NIAMEY, Niger (AP) — Jihadists linked to the Islamic State group on Thursday claimed responsibility for ambushing a military convoy in the West African nation of Niger, killing 28 soldiers in an area near the Malian border where extremists killed four U.S. soldiers in 2017.
The Nigerien soldiers were on patrol on Tuesday when they came under attack by heavily armed assailants who then fled toward the border, according to the defense ministry.
The Islamic State West Africa Province on Thursday asserted that it carried out the ambush as well as another deadly attack earlier in the week on a prison, according to the SITE Intelligence Group.
The ambush took place near Mangaize, about 45 kilometers (27 miles) from Tongo Tongo, the site of the October 2017 attack in which American soldiers died.
The latest attack underscores the security challenges facing Niger, one of the world's poorest countries. It has faced a growing threat from Islamic extremism in recent years as jihadists have spilled across the border from Mali to the west and Nigeria to the south.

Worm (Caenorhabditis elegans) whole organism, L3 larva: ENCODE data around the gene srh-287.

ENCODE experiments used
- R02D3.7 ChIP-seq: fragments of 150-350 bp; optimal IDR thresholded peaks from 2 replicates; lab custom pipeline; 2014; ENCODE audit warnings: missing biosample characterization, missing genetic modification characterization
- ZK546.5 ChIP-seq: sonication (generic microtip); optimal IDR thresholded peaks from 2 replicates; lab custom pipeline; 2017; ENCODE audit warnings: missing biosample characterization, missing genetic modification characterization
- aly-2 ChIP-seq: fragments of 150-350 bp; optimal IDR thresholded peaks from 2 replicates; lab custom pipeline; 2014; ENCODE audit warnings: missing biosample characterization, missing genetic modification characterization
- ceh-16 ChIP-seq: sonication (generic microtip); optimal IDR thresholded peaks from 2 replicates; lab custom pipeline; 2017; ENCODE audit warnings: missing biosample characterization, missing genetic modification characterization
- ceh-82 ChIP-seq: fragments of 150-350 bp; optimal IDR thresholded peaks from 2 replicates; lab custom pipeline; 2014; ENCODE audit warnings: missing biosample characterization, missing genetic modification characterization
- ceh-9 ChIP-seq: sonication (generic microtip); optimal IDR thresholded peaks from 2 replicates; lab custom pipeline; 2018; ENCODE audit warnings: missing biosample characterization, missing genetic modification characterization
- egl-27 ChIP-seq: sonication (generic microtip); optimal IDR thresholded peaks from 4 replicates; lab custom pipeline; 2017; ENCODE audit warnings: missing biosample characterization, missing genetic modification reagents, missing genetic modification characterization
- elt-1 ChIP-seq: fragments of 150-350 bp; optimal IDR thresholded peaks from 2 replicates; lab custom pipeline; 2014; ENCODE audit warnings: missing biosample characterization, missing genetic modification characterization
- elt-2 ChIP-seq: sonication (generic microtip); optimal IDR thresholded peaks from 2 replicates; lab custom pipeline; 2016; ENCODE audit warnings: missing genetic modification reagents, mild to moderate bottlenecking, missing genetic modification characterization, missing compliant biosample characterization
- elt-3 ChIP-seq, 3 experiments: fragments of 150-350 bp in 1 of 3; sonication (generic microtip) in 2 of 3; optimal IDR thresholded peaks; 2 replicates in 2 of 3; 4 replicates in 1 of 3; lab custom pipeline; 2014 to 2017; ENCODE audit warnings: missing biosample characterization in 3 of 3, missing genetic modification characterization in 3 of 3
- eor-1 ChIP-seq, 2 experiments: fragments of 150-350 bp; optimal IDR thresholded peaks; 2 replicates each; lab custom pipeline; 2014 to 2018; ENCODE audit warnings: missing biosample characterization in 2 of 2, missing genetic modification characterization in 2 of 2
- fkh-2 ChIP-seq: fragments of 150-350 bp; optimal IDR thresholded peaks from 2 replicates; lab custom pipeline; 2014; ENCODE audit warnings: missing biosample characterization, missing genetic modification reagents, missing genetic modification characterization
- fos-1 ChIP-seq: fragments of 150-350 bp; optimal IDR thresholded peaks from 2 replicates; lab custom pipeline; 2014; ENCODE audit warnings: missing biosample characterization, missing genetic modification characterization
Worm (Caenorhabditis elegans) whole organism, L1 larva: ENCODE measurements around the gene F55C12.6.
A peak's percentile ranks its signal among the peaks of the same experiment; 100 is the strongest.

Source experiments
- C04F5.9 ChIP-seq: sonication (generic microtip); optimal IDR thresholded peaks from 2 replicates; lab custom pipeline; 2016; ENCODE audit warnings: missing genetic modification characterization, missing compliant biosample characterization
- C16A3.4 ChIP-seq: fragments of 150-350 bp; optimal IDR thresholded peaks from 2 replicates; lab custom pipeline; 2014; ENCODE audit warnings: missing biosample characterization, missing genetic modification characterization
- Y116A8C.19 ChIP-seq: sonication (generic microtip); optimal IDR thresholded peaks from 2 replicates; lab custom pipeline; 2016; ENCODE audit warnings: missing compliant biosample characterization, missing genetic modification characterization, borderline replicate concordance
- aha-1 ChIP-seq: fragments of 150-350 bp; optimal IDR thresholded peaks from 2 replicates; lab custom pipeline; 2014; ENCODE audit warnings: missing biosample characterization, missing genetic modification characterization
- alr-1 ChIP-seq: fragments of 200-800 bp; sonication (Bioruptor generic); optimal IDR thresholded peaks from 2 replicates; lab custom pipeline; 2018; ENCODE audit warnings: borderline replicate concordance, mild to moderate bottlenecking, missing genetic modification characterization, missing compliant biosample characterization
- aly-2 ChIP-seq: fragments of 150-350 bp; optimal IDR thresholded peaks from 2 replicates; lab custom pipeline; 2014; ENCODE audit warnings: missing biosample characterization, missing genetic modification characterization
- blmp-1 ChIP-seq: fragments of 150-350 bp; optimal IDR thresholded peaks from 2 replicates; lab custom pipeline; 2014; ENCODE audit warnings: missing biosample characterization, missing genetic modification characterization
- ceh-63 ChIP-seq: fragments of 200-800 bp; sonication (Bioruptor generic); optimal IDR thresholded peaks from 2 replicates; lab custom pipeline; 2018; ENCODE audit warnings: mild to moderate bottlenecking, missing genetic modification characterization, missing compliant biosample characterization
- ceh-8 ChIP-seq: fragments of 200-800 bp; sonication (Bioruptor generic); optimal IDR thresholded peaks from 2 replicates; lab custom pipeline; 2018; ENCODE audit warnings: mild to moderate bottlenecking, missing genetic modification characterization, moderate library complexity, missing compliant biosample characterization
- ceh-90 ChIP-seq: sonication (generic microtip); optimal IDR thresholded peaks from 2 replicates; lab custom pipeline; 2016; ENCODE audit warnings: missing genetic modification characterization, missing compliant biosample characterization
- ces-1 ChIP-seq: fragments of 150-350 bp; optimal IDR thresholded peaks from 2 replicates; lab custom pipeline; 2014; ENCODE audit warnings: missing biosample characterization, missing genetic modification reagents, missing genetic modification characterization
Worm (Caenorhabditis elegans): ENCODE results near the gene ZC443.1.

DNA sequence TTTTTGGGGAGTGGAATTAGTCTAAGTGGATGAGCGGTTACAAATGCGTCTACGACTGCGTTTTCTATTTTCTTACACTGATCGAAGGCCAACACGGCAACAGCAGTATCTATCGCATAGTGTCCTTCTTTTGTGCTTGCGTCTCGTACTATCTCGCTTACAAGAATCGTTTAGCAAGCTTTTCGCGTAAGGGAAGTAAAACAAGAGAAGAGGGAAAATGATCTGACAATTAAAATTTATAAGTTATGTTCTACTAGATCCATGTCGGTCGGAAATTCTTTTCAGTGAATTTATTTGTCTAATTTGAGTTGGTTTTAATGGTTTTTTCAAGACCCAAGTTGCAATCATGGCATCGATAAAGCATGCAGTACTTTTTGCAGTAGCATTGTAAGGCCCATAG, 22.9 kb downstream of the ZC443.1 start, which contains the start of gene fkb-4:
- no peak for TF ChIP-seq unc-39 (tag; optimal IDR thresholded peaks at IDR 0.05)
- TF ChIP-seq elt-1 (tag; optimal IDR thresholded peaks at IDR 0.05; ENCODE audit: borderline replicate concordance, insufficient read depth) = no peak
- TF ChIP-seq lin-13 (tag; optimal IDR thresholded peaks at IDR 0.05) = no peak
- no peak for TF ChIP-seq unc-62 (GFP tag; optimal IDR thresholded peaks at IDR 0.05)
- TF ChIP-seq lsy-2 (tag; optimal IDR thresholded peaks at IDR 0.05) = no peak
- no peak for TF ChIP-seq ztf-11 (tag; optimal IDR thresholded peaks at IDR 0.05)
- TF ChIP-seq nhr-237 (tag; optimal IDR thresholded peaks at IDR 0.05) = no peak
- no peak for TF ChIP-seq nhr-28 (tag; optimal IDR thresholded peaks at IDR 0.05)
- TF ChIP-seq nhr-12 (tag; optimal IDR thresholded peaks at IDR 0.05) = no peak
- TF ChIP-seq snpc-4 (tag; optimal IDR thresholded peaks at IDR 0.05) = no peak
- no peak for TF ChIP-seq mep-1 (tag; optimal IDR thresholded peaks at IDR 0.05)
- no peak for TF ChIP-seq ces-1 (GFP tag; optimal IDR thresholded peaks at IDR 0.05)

A regional counterterror force known as the G5 Sahel is aimed at containing the extremist threat but member nations have cited issues with insufficient funding.
The 2017 attack by more than 100 Islamic State group fighters, which also killed four soldiers from Niger, prompted a U.S. military investigation. A report found that "no single failure or deficiency was the sole reason" for what happened. The outnumbered soldiers had been searching for a high-level Islamic State group leader.
Associated Press writer Krista Larson in Dakar, Senegal contributed.
Follow Africa news at https://twitter.com/AP_Africa